Places

Corner shop

I happened upon a 1967 photo of the National Bank building in Wainuiomata and was delighted to discover that the Google Street View image from 2009 is taken from pretty much the same angle. Let’s compare and contrast life at 15 Queen Street, Wainuiomata:

national-bank-1967

National Bank building, Wainuiomata, Lower Hutt. Winder, Duncan, 1919-1970 : Architectural photographs. Ref: DW-3001-F. Alexander Turnbull Library, Wellington, New Zealand. http://natlib.govt.nz/records/23119809

National Bank, 2008

National Bank, 2008

Spot the difference

1. The entrance has been moved. Instead of a bold corner opening, the door has been shuffled around the corner. I suspect the move happened to make the bank accessible for oldies, people with disabilities and parents with prams – none of which would have been a huge concern for a bank in the 1960s. I’ve seen Mad Men. I know how things were.

2. But all the young mums, seniors and disabled shoppers could have got inside Diana’s Coffee Lounge, which appears to have previously taken up two-fifths of the building before being kicked out to make the new street-level entrance. It looks like a proper old fashioned coffee lounge, complete with net curtains to give the diner a bit of privacy. I mean, you don’t want people to look at you when you’re trying to enjoy your ham sandwich and drip filter coffee. I bet it also had racks to slide your tray along and those flip compartments with the sandwiches in them.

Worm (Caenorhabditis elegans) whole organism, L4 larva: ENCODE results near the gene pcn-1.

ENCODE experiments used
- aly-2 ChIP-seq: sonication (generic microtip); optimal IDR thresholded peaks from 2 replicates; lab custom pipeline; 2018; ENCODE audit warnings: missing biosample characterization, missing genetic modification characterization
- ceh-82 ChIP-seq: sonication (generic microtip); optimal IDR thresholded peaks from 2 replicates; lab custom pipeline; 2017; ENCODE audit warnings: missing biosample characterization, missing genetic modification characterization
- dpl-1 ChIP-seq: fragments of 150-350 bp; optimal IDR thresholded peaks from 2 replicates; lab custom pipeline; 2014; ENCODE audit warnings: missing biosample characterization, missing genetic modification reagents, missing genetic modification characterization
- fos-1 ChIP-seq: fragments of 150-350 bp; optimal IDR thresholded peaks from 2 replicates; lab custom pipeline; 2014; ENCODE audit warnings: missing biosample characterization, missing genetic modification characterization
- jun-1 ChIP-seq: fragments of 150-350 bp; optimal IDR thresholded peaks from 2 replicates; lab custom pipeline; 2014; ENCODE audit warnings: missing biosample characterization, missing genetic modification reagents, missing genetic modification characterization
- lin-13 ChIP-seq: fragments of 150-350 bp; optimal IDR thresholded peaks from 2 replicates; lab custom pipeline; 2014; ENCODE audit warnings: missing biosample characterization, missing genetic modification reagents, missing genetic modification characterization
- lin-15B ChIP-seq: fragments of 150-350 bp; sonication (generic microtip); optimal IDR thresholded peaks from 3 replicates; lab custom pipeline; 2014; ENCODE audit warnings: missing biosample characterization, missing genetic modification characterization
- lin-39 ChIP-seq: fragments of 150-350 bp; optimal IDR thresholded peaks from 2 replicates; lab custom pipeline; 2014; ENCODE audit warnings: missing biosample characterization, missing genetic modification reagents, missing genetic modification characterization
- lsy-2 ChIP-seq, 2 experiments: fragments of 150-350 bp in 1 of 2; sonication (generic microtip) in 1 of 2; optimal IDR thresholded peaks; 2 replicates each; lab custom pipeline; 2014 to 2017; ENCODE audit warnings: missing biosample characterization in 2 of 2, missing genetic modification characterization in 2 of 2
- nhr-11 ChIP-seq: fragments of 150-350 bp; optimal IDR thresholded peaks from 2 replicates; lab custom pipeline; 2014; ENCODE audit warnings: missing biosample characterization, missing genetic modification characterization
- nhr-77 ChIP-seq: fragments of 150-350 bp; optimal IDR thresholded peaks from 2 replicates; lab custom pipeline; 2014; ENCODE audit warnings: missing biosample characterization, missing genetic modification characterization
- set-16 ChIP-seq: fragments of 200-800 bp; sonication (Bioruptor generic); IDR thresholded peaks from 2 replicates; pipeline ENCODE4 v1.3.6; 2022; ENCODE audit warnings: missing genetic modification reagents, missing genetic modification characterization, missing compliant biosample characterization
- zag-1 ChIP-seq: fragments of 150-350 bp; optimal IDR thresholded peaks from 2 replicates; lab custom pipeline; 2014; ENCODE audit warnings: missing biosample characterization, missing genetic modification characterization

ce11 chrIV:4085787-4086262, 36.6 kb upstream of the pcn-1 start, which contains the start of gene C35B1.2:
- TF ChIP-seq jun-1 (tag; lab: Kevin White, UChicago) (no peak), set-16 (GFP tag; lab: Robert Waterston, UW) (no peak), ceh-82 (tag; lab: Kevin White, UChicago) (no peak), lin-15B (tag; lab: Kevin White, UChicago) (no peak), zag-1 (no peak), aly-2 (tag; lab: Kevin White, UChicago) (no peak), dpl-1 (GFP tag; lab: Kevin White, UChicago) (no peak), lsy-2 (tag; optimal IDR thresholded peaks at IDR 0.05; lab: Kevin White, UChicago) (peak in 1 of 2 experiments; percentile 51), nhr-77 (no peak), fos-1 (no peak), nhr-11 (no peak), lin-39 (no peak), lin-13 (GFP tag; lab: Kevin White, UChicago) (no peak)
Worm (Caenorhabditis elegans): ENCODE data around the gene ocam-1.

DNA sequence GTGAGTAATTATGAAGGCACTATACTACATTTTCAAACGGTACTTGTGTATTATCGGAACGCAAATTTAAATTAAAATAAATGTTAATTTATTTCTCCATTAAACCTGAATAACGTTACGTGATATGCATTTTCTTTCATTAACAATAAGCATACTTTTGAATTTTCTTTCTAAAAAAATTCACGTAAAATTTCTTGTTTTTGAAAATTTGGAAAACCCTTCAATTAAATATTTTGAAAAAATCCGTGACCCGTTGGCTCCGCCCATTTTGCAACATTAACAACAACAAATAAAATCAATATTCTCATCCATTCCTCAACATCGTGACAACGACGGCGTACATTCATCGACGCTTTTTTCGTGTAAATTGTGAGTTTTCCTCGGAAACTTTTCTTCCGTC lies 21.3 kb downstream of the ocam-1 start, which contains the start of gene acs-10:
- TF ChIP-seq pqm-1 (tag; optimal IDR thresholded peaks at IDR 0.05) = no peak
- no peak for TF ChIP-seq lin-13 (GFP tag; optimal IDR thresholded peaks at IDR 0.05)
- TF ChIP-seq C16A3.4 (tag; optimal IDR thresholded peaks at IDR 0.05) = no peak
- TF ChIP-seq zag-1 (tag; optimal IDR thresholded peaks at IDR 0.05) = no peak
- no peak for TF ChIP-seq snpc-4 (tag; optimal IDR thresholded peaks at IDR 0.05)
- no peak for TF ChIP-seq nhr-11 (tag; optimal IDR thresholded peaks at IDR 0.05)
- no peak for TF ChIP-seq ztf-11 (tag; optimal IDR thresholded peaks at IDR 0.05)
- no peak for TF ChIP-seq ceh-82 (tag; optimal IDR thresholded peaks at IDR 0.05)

3. The “National Bank” sign on the building is gone. This was probably removed at some point because it didn’t fit with the current branding of the bank. But if you look at the bank’s name on the awning signs, written in a jaunty script, that didn’t match the name on the building either. It was just a building name – an appropriate building name. But if the National Bank hadn’t removed it, the ANZ would have been up there with a crowbar soon enough.

4. In 1967 the bank was on the corner of a gravelly street with nothing much happening. Today the bank is on the corner of a pedestrian street that’s part of the Wainuiomata Shopping Centre and slightly more is happening. Whereas the original shops were an emulation of an ordinary high street, eventually the call of the mall was heard and the next expansion was a great big enclosed shopping mall. It has a ‘W’ shaped awning because it is in Wainuiomata.